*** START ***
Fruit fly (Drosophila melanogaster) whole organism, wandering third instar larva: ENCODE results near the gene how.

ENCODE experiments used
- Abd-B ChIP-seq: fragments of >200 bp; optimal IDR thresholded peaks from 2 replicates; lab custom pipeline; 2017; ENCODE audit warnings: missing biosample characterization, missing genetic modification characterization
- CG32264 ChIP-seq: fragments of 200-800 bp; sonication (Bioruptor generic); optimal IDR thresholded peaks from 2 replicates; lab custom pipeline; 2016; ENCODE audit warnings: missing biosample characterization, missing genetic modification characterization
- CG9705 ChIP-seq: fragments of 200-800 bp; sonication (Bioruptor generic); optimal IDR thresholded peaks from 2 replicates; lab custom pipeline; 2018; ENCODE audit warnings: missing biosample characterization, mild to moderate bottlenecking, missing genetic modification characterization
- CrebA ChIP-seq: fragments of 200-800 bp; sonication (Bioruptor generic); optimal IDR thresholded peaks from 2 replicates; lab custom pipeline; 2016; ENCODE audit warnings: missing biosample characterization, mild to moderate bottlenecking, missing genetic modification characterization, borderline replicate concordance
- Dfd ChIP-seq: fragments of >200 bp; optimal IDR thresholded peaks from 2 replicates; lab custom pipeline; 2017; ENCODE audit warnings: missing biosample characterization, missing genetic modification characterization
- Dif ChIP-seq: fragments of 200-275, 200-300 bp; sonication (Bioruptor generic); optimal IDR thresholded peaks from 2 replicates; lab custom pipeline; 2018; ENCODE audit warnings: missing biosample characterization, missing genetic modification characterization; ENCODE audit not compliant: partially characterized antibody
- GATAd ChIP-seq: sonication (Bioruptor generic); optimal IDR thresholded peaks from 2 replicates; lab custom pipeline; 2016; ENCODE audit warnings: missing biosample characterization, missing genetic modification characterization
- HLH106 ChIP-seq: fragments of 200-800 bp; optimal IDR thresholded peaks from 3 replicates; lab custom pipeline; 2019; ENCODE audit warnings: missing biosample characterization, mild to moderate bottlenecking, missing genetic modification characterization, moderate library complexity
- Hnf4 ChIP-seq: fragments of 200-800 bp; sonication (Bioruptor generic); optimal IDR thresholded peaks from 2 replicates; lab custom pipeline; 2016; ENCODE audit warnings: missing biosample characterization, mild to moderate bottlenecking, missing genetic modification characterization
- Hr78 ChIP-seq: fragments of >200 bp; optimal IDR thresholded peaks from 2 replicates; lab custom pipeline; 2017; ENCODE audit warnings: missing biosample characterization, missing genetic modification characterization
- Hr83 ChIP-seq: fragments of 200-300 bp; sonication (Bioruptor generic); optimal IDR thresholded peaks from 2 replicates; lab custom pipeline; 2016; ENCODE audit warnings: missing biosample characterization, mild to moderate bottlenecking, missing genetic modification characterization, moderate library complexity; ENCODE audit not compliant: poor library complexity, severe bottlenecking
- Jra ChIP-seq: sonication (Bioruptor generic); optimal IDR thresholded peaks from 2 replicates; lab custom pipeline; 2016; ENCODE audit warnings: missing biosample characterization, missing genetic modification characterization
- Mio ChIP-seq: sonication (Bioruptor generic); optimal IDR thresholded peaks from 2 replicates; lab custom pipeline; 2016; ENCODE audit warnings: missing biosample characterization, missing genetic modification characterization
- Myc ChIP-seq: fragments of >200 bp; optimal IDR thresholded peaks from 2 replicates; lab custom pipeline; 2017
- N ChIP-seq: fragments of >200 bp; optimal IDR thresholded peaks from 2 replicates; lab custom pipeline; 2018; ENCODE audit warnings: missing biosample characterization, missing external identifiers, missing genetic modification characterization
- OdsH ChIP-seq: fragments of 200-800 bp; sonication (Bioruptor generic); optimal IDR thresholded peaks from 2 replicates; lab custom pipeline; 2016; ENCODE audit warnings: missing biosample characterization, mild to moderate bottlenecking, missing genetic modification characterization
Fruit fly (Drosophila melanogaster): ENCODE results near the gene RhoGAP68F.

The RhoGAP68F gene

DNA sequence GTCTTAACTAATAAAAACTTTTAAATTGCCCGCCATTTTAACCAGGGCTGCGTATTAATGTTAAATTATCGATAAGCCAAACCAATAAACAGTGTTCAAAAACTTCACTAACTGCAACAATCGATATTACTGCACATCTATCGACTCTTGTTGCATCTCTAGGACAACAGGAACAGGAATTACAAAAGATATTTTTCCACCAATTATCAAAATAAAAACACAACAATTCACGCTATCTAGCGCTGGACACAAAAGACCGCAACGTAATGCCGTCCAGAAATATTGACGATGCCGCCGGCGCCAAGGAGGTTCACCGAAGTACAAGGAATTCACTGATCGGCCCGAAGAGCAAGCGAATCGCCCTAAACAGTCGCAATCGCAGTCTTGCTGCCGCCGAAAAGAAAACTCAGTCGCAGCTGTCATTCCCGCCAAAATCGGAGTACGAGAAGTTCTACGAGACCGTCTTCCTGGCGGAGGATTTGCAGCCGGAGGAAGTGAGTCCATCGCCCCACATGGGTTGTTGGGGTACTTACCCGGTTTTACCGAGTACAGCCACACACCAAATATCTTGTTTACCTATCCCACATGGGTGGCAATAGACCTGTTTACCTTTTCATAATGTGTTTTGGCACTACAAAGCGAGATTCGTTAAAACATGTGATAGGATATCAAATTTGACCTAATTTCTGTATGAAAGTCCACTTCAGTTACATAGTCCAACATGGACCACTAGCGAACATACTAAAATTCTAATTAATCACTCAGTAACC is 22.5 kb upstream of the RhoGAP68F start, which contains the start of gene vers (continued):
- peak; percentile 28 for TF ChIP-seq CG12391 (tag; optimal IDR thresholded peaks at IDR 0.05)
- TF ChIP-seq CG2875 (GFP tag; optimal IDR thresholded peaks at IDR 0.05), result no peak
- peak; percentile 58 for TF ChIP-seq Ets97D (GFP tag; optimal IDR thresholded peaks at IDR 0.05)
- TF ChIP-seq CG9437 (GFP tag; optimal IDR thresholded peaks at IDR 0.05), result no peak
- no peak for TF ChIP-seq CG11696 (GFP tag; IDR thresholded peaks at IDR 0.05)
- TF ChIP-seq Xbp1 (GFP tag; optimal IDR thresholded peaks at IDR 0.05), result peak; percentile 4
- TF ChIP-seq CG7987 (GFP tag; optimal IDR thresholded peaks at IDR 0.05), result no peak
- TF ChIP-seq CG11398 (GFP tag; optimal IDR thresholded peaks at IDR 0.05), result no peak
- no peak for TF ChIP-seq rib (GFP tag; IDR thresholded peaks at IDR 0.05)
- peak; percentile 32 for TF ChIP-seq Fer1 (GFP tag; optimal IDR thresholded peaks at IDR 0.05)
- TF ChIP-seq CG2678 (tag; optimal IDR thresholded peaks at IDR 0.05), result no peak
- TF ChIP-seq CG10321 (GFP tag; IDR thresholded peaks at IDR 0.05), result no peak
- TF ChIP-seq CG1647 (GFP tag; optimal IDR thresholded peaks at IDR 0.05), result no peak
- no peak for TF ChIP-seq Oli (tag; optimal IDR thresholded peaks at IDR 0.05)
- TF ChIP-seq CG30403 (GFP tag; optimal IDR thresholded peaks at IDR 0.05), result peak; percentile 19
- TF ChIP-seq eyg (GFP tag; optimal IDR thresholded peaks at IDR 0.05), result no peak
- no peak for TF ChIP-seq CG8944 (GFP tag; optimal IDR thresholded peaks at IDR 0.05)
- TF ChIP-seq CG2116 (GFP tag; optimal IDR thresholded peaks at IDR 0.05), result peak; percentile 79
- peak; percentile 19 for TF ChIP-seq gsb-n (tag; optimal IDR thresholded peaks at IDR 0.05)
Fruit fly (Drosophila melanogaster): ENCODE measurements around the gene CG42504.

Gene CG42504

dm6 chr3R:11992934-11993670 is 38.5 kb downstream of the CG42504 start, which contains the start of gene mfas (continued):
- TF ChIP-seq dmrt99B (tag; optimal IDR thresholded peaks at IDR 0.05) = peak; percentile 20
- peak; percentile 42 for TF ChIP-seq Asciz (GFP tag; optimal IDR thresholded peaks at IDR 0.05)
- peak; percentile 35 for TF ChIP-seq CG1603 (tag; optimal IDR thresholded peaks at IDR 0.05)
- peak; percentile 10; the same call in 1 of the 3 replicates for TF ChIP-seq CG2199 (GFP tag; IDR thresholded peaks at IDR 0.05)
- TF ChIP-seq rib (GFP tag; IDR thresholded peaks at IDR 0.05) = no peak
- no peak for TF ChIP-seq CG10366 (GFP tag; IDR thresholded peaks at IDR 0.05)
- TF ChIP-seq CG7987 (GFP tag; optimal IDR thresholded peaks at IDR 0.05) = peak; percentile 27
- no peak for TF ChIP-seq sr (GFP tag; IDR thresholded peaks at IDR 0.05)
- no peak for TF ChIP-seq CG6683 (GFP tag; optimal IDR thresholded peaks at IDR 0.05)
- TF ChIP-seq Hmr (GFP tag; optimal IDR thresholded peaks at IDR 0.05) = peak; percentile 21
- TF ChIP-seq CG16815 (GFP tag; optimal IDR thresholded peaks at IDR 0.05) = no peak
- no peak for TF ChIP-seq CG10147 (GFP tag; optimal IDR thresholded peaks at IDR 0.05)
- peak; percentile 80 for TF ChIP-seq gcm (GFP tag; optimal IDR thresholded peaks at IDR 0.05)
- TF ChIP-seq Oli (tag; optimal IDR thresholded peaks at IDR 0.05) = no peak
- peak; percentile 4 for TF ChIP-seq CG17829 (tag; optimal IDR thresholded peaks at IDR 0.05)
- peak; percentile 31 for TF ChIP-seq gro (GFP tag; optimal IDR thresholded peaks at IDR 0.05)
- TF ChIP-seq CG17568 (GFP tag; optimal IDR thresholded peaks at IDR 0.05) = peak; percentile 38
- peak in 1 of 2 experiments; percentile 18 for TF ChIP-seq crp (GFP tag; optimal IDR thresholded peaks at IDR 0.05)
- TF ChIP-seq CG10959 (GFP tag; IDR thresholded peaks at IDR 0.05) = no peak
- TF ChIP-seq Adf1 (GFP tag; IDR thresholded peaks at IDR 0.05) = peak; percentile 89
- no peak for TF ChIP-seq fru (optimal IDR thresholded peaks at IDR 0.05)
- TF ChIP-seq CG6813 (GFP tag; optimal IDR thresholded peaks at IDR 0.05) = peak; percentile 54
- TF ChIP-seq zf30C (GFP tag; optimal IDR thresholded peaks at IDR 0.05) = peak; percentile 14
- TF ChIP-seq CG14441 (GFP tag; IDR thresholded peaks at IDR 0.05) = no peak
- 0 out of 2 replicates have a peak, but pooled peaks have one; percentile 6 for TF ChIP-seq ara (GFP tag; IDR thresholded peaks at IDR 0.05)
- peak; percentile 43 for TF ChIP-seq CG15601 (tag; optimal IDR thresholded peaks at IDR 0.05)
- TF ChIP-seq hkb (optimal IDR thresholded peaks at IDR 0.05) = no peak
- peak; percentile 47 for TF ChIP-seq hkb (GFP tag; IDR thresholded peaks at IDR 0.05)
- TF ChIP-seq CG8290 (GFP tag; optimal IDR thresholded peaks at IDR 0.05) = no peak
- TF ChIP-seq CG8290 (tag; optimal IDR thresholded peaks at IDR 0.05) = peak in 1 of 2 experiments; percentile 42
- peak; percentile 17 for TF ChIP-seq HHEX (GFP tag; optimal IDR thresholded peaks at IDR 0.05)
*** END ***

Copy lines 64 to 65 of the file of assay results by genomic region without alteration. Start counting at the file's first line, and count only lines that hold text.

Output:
- no peak for TF ChIP-seq fru (optimal IDR thresholded peaks at IDR 0.05)
- TF ChIP-seq CG6813 (GFP tag; optimal IDR thresholded peaks at IDR 0.05) = peak; percentile 54